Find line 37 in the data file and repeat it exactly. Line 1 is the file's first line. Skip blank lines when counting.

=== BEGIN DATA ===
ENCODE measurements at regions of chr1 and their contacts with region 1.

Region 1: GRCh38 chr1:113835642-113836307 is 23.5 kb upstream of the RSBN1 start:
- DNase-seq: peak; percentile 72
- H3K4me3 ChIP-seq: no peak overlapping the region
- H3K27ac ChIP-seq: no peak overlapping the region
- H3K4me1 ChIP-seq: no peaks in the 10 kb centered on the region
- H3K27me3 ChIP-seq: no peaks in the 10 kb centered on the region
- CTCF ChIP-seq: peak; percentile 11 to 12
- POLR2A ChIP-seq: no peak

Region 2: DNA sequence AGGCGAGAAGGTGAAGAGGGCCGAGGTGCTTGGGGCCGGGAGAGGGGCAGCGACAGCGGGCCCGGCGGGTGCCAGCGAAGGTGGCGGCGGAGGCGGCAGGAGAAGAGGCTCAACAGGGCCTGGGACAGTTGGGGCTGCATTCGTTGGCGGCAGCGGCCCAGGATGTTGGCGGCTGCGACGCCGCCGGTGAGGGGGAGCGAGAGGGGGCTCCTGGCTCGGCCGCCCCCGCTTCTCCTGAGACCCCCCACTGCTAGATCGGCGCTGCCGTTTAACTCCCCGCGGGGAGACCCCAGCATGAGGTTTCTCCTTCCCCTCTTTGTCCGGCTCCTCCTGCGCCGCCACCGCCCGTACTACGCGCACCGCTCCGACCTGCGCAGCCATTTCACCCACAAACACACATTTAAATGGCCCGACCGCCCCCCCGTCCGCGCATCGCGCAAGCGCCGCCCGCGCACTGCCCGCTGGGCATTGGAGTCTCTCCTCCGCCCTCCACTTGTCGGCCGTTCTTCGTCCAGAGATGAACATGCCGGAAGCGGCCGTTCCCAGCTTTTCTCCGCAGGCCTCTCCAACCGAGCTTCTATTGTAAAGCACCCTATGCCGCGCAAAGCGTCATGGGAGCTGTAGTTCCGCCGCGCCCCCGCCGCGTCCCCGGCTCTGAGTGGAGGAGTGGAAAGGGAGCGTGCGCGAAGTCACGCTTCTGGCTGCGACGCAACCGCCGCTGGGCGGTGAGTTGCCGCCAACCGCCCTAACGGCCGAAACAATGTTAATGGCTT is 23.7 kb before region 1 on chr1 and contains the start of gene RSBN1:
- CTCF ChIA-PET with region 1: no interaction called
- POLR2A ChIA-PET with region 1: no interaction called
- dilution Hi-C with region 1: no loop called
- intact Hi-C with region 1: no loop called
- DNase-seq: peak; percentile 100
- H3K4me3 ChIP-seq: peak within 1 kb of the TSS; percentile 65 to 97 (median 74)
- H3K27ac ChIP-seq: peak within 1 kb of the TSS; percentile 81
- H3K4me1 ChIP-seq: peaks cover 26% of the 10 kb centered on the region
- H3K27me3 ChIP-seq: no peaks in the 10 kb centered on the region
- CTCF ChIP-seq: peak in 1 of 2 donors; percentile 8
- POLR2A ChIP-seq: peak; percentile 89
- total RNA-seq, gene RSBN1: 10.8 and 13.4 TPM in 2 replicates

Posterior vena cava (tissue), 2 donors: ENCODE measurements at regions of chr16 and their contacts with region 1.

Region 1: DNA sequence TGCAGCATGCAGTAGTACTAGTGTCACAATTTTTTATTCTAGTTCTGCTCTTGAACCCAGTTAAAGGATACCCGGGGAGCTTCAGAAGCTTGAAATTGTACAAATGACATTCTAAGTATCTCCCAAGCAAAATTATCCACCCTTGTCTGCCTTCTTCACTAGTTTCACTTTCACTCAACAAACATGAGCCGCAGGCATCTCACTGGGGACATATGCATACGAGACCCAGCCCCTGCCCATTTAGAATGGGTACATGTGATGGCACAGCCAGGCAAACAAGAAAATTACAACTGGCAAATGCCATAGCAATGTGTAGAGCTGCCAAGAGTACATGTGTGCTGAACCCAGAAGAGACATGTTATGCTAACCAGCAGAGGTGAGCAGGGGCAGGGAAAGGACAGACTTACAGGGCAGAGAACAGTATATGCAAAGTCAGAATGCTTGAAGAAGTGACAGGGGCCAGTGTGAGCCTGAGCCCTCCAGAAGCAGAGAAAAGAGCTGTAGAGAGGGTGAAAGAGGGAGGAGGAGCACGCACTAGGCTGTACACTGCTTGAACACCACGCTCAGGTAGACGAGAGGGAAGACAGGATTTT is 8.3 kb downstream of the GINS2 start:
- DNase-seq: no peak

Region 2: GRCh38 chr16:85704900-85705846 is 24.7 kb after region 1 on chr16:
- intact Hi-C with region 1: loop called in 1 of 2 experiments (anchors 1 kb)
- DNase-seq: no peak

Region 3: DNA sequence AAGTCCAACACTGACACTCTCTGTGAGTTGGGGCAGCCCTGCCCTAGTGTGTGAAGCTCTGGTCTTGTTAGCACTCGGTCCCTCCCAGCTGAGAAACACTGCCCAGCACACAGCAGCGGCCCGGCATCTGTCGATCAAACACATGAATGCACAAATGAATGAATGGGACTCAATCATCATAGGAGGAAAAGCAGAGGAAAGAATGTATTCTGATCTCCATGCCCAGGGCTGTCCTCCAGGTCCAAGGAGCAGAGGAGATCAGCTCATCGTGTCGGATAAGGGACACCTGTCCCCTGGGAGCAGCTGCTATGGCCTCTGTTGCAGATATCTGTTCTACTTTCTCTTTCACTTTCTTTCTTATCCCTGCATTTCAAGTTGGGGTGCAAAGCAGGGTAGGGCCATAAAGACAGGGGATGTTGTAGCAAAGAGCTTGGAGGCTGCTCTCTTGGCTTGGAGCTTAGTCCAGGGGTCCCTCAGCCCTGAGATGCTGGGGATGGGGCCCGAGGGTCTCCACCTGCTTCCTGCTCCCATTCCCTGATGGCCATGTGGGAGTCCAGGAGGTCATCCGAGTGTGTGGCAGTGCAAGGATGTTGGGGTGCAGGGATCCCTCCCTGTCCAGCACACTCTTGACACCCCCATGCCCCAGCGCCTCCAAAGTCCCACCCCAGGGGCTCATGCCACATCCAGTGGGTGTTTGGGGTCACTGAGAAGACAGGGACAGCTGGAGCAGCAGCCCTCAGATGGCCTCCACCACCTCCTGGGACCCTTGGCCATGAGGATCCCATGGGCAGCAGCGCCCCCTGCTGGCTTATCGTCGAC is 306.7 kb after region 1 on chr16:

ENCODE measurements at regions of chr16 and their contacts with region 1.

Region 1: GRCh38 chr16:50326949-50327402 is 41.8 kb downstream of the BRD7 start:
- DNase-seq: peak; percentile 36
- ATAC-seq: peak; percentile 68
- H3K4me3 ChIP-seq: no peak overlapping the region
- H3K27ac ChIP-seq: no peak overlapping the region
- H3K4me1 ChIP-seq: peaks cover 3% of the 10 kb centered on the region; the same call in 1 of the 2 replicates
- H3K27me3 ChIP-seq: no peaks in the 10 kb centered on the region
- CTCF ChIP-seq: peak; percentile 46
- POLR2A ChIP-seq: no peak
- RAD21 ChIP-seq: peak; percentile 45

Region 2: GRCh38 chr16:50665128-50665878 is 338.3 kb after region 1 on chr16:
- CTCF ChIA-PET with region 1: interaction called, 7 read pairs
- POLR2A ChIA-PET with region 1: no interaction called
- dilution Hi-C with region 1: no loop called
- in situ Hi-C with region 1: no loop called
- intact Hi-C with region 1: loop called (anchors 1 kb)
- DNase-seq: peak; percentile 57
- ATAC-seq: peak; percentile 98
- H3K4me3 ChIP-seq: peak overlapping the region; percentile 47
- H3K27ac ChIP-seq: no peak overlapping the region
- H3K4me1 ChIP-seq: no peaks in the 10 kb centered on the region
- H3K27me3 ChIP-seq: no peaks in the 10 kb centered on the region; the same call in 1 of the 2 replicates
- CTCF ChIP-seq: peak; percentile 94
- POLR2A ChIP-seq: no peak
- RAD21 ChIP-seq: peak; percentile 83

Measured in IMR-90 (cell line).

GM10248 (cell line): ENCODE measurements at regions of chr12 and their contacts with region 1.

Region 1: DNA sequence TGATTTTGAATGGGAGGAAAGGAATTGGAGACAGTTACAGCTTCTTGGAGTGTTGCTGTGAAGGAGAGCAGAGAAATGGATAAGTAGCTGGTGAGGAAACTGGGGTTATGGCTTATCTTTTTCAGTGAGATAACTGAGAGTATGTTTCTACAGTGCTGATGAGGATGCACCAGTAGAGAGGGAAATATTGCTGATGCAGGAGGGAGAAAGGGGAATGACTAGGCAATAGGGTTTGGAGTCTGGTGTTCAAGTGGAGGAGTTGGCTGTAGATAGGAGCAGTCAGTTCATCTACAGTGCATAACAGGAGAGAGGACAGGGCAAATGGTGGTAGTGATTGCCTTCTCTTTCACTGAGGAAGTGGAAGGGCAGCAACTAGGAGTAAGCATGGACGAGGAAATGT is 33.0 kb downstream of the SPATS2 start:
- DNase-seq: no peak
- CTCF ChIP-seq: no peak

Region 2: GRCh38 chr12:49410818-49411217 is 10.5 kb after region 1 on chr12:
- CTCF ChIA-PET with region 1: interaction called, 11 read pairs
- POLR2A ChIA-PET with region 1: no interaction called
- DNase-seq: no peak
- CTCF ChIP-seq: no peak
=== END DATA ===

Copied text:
- H3K27me3 ChIP-seq: no peaks in the 10 kb centered on the region